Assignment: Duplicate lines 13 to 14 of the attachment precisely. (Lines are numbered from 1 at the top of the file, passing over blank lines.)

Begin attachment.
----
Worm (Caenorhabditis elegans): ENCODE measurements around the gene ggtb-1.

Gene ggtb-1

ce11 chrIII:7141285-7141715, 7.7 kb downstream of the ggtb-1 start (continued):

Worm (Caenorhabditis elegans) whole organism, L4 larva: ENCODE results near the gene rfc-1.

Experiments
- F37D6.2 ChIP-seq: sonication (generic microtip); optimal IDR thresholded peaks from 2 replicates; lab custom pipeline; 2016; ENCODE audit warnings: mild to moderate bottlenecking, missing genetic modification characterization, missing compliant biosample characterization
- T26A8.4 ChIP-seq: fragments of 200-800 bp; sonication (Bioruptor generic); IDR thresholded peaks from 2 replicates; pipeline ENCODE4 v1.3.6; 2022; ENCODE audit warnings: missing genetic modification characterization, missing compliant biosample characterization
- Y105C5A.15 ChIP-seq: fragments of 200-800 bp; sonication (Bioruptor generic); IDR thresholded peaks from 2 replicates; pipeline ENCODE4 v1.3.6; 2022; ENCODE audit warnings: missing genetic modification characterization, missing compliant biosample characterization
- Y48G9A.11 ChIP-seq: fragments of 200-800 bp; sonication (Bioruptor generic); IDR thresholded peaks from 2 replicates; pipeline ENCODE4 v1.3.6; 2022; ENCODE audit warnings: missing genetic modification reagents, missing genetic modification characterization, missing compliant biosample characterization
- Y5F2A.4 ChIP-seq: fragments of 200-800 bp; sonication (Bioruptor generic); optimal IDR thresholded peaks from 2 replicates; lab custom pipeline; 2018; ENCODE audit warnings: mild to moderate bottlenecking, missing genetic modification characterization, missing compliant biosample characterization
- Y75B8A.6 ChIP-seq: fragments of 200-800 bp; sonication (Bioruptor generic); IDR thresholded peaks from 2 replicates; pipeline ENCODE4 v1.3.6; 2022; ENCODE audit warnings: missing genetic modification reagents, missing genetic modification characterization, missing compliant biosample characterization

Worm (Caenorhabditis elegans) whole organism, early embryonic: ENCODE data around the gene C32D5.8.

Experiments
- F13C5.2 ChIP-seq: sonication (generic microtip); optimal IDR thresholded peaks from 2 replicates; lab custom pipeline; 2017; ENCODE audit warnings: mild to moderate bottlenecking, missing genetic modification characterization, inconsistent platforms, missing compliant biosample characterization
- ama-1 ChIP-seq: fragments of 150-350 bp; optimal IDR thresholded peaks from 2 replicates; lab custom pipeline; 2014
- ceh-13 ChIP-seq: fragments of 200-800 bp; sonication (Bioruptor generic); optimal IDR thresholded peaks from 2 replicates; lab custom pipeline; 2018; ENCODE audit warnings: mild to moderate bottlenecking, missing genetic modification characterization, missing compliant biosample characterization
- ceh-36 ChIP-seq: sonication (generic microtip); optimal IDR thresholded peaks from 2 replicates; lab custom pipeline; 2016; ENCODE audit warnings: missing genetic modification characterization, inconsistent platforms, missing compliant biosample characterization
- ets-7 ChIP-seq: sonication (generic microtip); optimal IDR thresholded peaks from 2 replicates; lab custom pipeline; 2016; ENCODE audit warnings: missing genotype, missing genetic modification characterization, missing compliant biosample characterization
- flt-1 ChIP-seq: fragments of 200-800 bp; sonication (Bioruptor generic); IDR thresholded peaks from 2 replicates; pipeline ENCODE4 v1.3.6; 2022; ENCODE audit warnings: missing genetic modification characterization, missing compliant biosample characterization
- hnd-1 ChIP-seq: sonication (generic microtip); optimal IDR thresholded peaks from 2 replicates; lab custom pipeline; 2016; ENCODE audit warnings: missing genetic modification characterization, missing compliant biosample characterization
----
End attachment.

Experiments
- F13C5.2 ChIP-seq: sonication (generic microtip); optimal IDR thresholded peaks from 2 replicates; lab custom pipeline; 2017; ENCODE audit warnings: mild to moderate bottlenecking, missing genetic modification characterization, inconsistent platforms, missing compliant biosample characterization